Here’s how it works:
Fake IRS agents call taxpayers, claim they owe taxes, and pressure them with demands for payment using a prepaid debit card or a wire transfer. They threaten their targets with arrest, deportation or loss of a business or driver’s license, said J. Russell George, Treasury inspector general for tax administration.
The fake agents mask their caller ID, making it look like the call is coming from the IRS. In some cases, even more frightening, fake agents know the last four digits of Social Security numbers. They go so far as to follow up their targets with official-looking emails.
The reports about the scam describe how immigrants were targeted first, and threats of deportation were very effective. It has since spread to thousands of other victims in most states.
Imagine your aging parent getting one of these calls. Unsuspecting, intimidated and wanting to comply. You, as the adult child with more of a fraud antenna might wonder why a supposed IRS agent would call you, as the IRS always communicates with a taxpayer via mail. Your aging loved one might not think of that. When a second call comes in, once again with caller ID masked and faked to look like the police department or the Department of Motor Vehicles, it looks even more like the threat of consequences for not paying is real.
What if your parent really does owe back taxes? They can call the IRS directly at 1-800-829-1040 and get the truth. The IRS never demands wire transfers or debit card payments nor do they use license suspension or deportation as a threat.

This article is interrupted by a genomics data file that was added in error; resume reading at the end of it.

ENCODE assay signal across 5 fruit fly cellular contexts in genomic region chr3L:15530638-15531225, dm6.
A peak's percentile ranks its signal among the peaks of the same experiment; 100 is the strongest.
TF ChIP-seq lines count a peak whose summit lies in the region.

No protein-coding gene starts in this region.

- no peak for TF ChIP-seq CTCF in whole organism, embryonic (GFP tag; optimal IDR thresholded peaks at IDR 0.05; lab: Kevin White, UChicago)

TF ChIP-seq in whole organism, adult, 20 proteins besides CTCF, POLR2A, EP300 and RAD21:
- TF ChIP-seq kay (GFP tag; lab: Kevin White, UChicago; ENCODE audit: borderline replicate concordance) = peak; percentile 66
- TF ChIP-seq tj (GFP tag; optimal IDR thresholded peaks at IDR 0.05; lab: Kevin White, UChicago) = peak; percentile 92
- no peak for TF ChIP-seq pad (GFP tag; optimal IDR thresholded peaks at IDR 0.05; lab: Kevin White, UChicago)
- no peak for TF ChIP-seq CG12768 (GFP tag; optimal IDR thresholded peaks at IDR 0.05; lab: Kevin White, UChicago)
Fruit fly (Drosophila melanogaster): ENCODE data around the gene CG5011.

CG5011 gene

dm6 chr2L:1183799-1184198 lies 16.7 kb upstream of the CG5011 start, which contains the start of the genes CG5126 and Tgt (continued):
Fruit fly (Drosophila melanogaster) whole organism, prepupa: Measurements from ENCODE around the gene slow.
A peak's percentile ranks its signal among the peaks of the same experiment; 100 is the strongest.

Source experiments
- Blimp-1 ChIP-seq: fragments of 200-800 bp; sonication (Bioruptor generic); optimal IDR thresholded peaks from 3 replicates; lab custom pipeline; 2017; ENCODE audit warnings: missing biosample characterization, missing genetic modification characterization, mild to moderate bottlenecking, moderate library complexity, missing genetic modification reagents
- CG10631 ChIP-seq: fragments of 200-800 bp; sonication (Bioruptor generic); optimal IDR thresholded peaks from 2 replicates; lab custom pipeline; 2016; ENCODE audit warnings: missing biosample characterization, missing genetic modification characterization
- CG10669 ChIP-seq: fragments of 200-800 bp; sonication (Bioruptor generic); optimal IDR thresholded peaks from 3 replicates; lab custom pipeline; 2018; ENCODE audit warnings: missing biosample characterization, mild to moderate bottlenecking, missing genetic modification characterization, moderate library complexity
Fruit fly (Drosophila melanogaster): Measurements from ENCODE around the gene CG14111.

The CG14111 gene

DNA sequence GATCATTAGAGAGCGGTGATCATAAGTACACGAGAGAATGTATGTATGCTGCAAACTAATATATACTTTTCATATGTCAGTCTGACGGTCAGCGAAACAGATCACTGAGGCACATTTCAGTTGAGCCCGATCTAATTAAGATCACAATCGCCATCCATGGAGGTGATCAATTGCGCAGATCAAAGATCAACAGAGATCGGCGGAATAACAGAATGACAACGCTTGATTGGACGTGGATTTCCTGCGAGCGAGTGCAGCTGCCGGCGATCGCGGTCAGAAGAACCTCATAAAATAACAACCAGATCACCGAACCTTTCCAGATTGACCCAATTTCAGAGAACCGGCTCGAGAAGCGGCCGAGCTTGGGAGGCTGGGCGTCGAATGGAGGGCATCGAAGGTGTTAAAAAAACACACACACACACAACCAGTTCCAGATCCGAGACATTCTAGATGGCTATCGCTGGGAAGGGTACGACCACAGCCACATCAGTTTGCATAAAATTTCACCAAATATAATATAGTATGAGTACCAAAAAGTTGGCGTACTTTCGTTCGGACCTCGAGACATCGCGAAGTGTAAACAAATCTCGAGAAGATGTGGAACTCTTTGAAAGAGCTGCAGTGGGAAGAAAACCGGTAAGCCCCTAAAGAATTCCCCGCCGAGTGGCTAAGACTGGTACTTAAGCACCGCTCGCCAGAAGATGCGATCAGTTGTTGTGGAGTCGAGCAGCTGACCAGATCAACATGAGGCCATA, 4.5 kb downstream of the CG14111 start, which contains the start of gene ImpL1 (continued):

Most of us understand that when someone demands payment over the phone by wire transfer or debit card that you should simply hang up. But not everyone knows this, particularly the 20,000 or so people who have been tricked so far with just this scheme.
So, keep your loved ones safe, especially your elderly family members. Warn them about this latest scam and follow up with questions as to whether they have gotten any calls like the ones described here, from anyone posing as an IRS agent. These scams escalate around tax time.
In consulting with families who have elderly loved ones as we do here at AgingParents.com, we often find that adult children want to believe that their parents are still competent and that such a thing could never happen to them because their parents are intelligent, or well educated, or they had work experience in finance, etc. But these clever scum with the fake IRS calls can probably fool even a smart, well educated person because the scheme gets past “filters” like caller ID and knowing the last digits of a person’s Social Security number. This is too scary to ignore.
Not only am I going to warn my 91 year old mother in law about this, but I’m going to ask her to tell all her friends at the seniors’ community where she lives. I’ll let my own adult kids know about this scam too. I hope you will do the same.